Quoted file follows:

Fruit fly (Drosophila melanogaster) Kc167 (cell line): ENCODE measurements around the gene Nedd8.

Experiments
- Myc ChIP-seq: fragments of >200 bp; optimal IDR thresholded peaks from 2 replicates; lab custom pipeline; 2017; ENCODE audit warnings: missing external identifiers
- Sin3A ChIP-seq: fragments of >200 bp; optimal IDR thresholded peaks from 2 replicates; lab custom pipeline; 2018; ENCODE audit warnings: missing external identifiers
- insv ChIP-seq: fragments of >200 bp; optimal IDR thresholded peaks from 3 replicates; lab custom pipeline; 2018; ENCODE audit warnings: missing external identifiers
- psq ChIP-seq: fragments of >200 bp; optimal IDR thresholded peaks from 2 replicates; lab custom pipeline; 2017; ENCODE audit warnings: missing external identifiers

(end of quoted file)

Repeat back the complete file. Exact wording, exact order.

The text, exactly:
Fruit fly (Drosophila melanogaster) Kc167 (cell line): ENCODE measurements around the gene Nedd8.

Experiments
- Myc ChIP-seq: fragments of >200 bp; optimal IDR thresholded peaks from 2 replicates; lab custom pipeline; 2017; ENCODE audit warnings: missing external identifiers
- Sin3A ChIP-seq: fragments of >200 bp; optimal IDR thresholded peaks from 2 replicates; lab custom pipeline; 2018; ENCODE audit warnings: missing external identifiers
- insv ChIP-seq: fragments of >200 bp; optimal IDR thresholded peaks from 3 replicates; lab custom pipeline; 2018; ENCODE audit warnings: missing external identifiers
- psq ChIP-seq: fragments of >200 bp; optimal IDR thresholded peaks from 2 replicates; lab custom pipeline; 2017; ENCODE audit warnings: missing external identifiers